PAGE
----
Ransom and protection money were demanded and paid. Stories of terrible treatment of American men and women in the dungeons of North Africa were well known. Behind it all, the country was having a pro- and anti-war debate.

On the one hand were those who took the "no blood for trade" approach. They had legitimate concerns about the cost and political impact of maintaining a standing military. They favored negotiations and payments rather than fighting. For a long time, their side was winning the argument.
In 1786, Thomas Jefferson and John Adams even went to London to negotiate directly with the envoy from Tripoli.

Several historians and writers have reminded us recently of the ambassador’s nearly forgotten answer. Fortunately, Jefferson prepared a written report for the government and left other records of the incident. Here’s a description from The Atlantic Monthly in 1872:

“Disguising their feelings as best they could, they ‘took the liberty to make some inquiries concerning the ground of the pretensions to make war upon nations who had done them no injury.’ The ambassador replied that it was written in their Koran, that all nations which had not acknowledged the Prophet were sinners, whom it was the right and duty of the faithful to plunder and enslave.” He claimed every one of their guys who was “slain in this warfare was sure to go to paradise."

This answer may have helped sway the debate to the side of those who favored military response over further attempts at diplomacy. Some believe it had a personal impact on Jefferson himself, though higher and higher ransoms probably helped too. Congress finally acted, creating the US Navy in 1794. This included approval for the construction and manning of six frigate warships, including the USS Constitution -- which is afloat and commissioned to this day.

Still, though, congress refused to act directly against the Barbary pirates for years. Eventually, between 10 and 20 percent of U.S. revenues would be paid annually without ever buying actual safety for Americans. In the end, Thomas Jefferson acted on his own, sending forces into harm’s way. America entered into its first and protracted foreign war. From beginning to end, in fact, the conflict lasted approximately 14 years. I couldn’t tell you, by the way, if the Barbary wars were ever described as a “quagmire” or "lost."

I won’t describe here the taking of Tripoli by courageous American soldiers. And I sure don’t have time to talk about America's eventual victory over the forces of that era's religiously justified terrorism. I would though encourage you to read about it for yourself. It's a great story and it holds an important lesson about the nature of the world.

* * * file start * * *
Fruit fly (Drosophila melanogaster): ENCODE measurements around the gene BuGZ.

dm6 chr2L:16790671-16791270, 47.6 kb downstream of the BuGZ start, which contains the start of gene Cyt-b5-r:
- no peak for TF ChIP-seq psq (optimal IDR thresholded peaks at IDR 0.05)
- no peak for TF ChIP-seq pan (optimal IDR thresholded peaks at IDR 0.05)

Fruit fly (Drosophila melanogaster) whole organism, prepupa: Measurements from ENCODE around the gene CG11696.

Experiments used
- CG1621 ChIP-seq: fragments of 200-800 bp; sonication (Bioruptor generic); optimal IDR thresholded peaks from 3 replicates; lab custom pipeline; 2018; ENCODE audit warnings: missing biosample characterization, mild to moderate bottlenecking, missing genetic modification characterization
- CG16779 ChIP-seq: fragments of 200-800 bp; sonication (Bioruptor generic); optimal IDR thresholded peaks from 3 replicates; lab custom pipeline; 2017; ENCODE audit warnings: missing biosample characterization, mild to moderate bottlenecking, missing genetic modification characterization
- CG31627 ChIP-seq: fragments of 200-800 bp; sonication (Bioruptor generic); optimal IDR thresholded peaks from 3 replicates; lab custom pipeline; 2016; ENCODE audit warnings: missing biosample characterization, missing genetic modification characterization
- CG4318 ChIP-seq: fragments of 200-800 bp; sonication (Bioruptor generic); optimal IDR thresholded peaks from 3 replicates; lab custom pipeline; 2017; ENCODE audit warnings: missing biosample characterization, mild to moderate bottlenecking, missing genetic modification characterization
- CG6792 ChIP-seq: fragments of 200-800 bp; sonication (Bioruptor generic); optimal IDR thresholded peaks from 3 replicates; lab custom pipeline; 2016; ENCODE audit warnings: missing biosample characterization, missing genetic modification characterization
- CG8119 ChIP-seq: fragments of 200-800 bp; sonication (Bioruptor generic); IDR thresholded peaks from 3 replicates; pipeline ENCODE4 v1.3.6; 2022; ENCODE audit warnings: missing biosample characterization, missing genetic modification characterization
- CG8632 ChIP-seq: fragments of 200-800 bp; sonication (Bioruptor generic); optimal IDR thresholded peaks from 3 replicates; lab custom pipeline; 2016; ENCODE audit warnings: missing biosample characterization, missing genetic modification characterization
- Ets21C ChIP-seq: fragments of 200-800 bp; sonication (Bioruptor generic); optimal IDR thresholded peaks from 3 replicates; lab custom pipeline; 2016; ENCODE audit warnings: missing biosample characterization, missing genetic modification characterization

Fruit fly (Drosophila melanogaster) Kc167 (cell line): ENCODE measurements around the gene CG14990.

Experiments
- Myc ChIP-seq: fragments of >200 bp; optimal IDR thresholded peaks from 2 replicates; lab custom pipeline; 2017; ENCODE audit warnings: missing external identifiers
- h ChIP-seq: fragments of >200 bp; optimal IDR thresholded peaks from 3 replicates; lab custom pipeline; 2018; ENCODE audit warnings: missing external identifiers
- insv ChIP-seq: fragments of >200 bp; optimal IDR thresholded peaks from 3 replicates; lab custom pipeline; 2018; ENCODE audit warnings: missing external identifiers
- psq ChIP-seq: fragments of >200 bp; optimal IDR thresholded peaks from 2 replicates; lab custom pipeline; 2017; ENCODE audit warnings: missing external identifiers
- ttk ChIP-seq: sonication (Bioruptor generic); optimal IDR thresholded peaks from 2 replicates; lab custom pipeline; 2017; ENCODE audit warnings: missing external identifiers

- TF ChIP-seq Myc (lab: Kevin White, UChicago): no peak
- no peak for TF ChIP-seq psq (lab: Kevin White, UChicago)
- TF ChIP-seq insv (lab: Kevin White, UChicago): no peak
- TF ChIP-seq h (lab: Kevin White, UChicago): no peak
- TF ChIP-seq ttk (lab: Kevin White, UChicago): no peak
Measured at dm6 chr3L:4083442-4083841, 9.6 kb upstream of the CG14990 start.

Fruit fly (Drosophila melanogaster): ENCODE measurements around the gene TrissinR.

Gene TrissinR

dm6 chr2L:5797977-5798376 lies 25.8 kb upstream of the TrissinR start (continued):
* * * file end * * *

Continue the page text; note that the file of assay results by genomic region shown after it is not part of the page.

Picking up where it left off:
Sometimes folks around the world mock Americans for not having more of a sense of history. They might be right, but I think it is often for a good reason. Americans are a people who look to the future instead of the past. We hope and believe that things can and will get better. We are more than willing to forgive our old enemies and move forward together in peace. So we tend to forget the bad things we left behind.

Unfortunately, some of our enemies feel differently. They neither forgive nor forget. Listening to the messages of al Qaida's leaders, you understand that they see their old defeats in very personal and contemporary terms. They are in a “long war” against us, even if we don’t know it. And they’re committed to winning it.

Most of the time people don't think much of John Adams 1 term sandwiched between George Washington and Thomas Jefferson presidencies. John Adams won the first contested race for the presidency, and at that time the defeated opponent became the Vice President. I'm glad that's been changed. John Adams biggest headache was trying to keep the US from getting involved in the war between France and England. The Federalists led by Hamilton wanted the US to side with England, and Jefferson wanted the US to side with France. John Adams signed a bill from Congress, the Aliens and Seditions Act.